Tongan /s/ seems to be the regular reflex of *t before /i/. Wikipedia says
Tongan has retained the original proto-Polynesian *h, but has merged it with the original *s as /h/. (The /s/ found in modern Tongan derives from *t before high front vowels).
That article also says that as a general rule, Tongan retained a Proto-Polynesian phoneme reconstructed as *l but lost a different Proto-Polynesian phoneme reconstructed as *r. In fact, Tongan /l/ vs. ∅ is apparently the main criterion for reconstructing PP *l vs. *r, as they have merged reflexes in other Polynesian languages. So Tongan nima seems to be a real outlier, which is in agreement with the note on the Wiktionary page Reconstruction:Proto-Polynesian/rima:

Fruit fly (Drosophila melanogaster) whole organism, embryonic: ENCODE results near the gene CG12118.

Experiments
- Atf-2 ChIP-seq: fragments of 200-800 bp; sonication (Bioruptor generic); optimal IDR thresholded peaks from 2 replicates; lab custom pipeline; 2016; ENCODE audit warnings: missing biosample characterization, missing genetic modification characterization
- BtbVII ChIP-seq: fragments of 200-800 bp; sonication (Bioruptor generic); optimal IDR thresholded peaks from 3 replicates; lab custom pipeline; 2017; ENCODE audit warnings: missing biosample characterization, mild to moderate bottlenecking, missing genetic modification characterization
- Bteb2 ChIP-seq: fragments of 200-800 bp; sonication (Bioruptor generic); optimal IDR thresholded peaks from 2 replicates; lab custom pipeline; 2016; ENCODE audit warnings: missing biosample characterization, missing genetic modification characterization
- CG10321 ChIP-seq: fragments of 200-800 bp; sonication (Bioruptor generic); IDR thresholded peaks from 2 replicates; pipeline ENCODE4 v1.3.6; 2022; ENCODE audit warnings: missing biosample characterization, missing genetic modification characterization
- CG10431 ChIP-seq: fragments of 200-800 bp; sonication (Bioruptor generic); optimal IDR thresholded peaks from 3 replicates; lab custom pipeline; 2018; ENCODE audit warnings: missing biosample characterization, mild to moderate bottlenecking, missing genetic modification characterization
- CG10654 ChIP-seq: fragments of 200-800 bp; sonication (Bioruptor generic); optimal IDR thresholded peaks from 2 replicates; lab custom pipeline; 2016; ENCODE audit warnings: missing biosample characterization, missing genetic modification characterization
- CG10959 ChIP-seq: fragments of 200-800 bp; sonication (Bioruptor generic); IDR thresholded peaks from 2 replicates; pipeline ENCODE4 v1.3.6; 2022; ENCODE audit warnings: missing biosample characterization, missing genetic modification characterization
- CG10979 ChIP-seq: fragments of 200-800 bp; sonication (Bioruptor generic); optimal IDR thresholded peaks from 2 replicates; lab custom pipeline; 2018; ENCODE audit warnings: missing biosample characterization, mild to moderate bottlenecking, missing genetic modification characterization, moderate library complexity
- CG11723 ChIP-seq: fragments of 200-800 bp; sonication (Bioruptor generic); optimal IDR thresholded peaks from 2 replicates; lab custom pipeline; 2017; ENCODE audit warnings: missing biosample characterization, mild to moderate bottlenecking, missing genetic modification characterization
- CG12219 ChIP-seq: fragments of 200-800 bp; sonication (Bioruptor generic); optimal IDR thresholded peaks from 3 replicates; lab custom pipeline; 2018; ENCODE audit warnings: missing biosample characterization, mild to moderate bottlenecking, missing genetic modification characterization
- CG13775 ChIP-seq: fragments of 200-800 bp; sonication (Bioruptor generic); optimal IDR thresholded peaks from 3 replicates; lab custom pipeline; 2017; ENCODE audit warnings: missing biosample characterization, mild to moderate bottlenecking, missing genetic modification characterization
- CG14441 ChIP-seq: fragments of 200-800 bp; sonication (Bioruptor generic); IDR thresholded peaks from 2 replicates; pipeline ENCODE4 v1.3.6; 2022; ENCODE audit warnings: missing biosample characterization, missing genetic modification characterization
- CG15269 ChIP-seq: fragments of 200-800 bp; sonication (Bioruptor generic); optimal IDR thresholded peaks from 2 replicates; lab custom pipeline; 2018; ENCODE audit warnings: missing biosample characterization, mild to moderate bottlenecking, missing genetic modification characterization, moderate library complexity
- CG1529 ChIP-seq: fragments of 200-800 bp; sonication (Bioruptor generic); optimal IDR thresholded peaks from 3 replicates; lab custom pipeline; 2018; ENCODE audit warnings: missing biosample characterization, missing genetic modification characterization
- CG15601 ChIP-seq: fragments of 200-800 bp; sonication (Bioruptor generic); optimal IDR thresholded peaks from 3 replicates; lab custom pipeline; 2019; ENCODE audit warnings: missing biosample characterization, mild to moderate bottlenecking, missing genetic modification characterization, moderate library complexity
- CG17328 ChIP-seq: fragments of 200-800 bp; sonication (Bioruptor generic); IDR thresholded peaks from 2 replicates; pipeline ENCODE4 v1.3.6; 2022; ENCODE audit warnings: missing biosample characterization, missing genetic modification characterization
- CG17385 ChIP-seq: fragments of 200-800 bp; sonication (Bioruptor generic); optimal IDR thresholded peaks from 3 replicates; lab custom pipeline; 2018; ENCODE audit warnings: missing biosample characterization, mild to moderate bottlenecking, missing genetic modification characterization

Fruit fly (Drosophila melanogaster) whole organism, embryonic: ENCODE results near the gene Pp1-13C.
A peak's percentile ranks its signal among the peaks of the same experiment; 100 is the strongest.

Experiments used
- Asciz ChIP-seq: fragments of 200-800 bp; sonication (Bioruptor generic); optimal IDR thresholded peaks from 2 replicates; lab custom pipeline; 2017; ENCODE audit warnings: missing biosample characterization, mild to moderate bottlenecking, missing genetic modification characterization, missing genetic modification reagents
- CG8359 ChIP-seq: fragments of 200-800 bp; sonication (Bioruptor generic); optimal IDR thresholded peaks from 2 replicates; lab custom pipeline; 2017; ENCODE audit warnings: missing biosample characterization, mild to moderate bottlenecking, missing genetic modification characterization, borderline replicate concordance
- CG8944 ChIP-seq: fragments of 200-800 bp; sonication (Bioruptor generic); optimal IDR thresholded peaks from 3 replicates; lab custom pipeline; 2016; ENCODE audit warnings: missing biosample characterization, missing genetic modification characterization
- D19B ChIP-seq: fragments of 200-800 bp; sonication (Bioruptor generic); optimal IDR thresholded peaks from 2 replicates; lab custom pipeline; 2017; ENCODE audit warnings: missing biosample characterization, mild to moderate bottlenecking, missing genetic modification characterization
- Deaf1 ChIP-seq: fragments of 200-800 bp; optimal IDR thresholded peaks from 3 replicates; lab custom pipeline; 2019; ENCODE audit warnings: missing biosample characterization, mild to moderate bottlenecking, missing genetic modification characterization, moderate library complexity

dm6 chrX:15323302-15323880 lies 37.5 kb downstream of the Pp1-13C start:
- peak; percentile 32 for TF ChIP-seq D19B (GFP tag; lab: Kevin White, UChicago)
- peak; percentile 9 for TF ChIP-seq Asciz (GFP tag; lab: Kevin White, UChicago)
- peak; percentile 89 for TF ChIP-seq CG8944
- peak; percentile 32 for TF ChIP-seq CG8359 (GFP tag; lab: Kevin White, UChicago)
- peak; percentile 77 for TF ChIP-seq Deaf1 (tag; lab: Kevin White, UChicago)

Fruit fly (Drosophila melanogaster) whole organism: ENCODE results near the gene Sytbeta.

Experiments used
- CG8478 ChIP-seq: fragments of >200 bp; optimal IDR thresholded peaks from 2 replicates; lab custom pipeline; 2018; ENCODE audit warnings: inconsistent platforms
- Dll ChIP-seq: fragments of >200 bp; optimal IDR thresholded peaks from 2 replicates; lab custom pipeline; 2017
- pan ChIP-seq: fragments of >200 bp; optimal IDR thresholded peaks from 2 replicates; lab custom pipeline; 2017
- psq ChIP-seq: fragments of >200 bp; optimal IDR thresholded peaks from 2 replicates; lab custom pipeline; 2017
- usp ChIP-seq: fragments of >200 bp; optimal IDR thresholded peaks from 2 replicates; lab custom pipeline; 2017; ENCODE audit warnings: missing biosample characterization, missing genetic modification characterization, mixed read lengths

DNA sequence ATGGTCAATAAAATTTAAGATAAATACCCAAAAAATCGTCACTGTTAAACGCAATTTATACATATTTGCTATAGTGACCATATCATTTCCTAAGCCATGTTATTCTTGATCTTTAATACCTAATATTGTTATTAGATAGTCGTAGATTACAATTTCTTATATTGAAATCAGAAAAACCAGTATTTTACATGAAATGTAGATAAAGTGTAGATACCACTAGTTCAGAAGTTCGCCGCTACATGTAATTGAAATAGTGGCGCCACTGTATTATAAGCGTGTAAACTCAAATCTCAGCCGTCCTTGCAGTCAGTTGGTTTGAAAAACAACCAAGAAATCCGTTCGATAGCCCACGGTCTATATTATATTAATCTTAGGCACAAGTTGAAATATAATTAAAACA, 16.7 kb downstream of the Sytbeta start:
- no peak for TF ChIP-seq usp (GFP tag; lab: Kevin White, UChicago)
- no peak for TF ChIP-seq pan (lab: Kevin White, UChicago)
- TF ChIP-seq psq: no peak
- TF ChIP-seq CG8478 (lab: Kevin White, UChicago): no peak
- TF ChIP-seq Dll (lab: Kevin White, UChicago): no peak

If it were *rima, Tongan would be expected to have *ima, and if it were *lima, Tongan would be expected also to have *lima. No other Polynesian language fully distinguishes /ɾ/ and /l/. [The reconstruction *rima] assumes that nima evolved out of *ima, which may have been modified to avoid confusion with a common homophone.
Alternation between /n/ and /l/ or /n/ and /r/ (either sporadic, or as part of regular sound changes) is not that uncommon. There was a previous question about /n/~/l/ alternation in Asian languages.